Relationships with violence don’t usually start out like relationships with violence. They typically start out as any relationship: there’s an attraction between two people, they spend time together, like each other and decide to spend more time together. Oftentimes it feels like a magnetic attraction, where they can’t stop thinking about each other and want to be together all the time.
At some point in the relationship, though, one partner (let’s say a male partner, although it can be male or female, gay or straight) begins to think that his partner isn’t exactly as he would like her to be, and he thinks that he can mold her and shape her into his ideal partner. Let’s take Kim and Steven (fictitious names, not based on anything more than composites of a number of clients). Their relationship begins with the two being happy, fairly content people. They meet at a party, through a mutual friend, and they start dating. Steven treats Kim well, tells her how beautiful she is, what a nice, special person she is, and how lucky they are to have found each other. Kim is flattered by this attention. Although she’s a little skeptical of Steven’s attention, she chalks it up to her own insecurities. She’s having fun, for the first time in her life.
Soon, Steven begins to say how disappointed he is that she showed up late for a date. He questions if she’s been seeing someone else. No, she hasn’t, she says. She was just late because she had to get gas on the way and it took longer than she thought. He doesn’t believe her and accuses her of being whore, a slut, a manipulative bitch. He points to other times in the relationship where she has not done exactly as he expected, and she thinks that maybe he’s right, and maybe she has been insensitive to his feelings. His words may have been kind of strong, but she’ll let it slide and try to be a better partner.
But the harder she tries to fit into his ideal of her, the more he criticizes her. And the more he criticizes her, the worse she feels and the harder she tries to please him. Sometimes he hits her; sometimes he just threatens. She cries. He apologizes and promises never to hurt her again. He does, though, invariably. The cycle repeats itself, and each time she hopes that he has finally changed, that this time he gets it. He never does, though.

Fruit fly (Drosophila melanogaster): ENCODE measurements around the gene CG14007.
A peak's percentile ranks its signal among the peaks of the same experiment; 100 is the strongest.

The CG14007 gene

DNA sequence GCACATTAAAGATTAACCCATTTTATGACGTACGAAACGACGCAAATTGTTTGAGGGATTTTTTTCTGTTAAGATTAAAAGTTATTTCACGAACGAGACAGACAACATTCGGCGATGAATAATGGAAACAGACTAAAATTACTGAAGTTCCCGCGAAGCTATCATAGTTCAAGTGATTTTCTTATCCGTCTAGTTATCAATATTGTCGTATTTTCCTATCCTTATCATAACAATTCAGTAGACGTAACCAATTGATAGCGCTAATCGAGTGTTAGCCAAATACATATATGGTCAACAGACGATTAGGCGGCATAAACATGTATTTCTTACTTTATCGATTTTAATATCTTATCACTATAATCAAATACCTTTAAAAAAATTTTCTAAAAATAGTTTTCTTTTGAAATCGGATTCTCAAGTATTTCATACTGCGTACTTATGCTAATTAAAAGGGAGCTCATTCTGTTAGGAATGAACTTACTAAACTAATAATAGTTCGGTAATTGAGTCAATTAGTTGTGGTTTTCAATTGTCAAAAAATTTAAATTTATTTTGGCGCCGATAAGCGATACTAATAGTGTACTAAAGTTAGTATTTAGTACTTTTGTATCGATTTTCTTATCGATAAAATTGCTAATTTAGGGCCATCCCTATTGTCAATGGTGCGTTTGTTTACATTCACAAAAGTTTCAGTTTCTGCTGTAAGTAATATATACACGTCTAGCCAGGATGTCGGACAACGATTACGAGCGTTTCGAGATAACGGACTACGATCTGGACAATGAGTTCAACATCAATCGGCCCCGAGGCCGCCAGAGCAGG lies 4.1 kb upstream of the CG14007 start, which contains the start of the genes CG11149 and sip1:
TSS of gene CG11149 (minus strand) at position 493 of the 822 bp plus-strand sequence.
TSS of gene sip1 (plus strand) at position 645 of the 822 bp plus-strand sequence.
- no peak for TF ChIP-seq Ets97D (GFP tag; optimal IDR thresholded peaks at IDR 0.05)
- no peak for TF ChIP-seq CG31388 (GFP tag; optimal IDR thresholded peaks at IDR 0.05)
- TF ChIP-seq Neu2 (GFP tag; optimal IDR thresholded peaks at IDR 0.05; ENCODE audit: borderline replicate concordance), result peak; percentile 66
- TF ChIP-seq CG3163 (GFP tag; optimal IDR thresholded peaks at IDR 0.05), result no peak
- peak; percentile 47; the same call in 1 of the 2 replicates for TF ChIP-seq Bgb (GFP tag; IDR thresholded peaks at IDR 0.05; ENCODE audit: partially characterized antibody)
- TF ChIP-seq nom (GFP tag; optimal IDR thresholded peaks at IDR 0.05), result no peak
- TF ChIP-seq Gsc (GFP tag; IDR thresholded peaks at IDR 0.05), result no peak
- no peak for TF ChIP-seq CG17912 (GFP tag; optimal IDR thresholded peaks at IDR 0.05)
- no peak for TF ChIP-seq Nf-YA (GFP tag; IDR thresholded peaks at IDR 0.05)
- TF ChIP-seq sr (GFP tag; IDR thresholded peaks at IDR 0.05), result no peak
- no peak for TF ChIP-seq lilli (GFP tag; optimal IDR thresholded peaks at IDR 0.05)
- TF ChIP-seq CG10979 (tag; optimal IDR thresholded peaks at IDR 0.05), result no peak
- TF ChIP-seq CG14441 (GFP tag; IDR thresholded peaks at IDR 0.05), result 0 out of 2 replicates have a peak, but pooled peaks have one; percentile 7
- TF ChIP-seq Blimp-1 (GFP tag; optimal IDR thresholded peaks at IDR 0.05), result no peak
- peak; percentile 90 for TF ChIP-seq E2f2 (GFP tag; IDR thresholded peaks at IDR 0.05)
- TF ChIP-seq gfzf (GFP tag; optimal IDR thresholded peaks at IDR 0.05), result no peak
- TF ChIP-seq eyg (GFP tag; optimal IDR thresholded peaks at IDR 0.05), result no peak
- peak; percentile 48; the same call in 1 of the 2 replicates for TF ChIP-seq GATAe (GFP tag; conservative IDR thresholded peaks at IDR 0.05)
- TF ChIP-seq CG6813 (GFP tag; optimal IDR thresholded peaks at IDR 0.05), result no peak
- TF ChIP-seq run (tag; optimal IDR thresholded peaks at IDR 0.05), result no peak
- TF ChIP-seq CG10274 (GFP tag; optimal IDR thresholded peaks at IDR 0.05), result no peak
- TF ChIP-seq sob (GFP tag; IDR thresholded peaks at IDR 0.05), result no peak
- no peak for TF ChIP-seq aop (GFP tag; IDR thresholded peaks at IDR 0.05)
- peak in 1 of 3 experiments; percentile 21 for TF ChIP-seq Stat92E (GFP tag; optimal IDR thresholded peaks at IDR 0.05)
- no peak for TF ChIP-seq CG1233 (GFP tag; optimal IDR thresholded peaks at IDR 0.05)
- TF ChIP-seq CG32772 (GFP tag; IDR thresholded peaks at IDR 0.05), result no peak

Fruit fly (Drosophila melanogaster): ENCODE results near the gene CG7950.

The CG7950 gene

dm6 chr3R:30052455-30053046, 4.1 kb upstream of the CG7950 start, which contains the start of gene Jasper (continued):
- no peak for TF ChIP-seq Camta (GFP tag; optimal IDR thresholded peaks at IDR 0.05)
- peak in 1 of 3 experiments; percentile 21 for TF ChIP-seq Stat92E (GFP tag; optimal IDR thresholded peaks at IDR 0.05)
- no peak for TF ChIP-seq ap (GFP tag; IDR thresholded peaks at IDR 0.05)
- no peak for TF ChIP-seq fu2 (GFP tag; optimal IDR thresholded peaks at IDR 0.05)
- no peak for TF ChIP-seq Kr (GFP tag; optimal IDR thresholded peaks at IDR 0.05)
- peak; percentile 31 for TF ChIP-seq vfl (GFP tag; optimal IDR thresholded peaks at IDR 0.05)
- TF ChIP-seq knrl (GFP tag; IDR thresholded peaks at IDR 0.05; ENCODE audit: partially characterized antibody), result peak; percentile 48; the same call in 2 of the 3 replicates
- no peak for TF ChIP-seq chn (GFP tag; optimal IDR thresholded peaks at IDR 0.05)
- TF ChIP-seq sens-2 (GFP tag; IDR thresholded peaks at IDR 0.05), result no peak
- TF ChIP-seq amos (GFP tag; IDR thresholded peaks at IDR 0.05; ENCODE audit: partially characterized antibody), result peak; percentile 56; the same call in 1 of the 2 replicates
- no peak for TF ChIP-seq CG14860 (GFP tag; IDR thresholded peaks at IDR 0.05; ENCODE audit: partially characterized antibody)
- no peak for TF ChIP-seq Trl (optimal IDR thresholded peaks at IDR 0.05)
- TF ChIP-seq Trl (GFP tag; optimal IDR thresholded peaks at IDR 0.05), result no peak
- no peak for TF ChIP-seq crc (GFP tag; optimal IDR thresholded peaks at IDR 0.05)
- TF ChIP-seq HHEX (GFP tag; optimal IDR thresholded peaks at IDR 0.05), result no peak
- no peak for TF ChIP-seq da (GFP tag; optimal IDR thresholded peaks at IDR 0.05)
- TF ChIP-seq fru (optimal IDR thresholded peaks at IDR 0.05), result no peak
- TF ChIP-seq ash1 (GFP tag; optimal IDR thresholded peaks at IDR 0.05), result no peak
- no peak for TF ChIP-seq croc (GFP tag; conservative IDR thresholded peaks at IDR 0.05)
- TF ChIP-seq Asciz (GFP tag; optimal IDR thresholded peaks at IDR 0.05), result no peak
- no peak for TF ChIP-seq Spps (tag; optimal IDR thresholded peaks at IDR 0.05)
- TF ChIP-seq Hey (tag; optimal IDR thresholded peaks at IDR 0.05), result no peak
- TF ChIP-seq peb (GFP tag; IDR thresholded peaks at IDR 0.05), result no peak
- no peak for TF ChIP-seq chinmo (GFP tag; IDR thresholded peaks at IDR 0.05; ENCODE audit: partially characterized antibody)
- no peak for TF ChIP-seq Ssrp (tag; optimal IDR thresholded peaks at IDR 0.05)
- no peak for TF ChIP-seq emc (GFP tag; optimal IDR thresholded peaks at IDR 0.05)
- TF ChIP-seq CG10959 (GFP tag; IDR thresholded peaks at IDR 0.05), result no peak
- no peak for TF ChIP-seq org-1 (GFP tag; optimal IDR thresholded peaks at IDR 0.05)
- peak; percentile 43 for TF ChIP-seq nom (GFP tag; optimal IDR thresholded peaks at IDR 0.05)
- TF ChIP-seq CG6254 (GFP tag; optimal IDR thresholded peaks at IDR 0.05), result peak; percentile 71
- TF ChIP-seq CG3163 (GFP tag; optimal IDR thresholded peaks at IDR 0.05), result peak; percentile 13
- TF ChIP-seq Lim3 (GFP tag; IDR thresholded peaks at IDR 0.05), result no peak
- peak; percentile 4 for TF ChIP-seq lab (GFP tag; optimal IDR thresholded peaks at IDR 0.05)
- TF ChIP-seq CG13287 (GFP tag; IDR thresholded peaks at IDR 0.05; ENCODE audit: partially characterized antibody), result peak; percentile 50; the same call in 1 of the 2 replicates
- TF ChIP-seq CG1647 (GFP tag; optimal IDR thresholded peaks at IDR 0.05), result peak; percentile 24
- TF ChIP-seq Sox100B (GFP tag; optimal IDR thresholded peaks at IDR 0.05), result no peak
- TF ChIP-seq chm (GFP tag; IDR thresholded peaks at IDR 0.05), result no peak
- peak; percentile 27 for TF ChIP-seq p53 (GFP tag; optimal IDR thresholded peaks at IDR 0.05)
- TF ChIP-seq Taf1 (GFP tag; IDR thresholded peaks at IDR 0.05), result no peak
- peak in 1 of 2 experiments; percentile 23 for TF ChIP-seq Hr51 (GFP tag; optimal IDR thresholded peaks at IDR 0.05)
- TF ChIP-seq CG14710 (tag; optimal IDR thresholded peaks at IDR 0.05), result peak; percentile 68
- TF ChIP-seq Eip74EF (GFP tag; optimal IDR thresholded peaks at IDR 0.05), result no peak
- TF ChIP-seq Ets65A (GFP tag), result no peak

Kim wonders what’s wrong with her that she stays with him. Her friends tell her she’s either crazy or a saint to put up with his abuse. She thinks she’s an idiot, and she is convinced that there must be something very wrong with her because she keeps choosing to stay. This is, in fact, how most people think. Not just Kim, but others like her, as well as those friends and relatives who feel powerless to help. When the friends, powerlessness turns to frustration and anger, Kim feels even further alienated and even worse.
So why does she stay? Because she’s hoping that he’ll “get it.” In the face of all evidence to the contrary, she still maintains the hope that if she tries a little harder, or if she approaches him in a different way, or at a different time, maybe when he’s in a better mood, that he will become the kind, compassionate man she fell in love with. “I know he’s capable of it,” she cries.
Her staying is based on a hope that something completely out of her direct control will somehow change. What she doesn’t get fully get is that he won’t because he can’t. Steven may not be able to change in relation to Kim, but Kim can in relation to Steven. Rapid Resolution Therapy, which communicates to all parts of the mind, helps people like Kim to see herself and her relationship clearly. Once clear, Kim is free. And with clarity comes strength.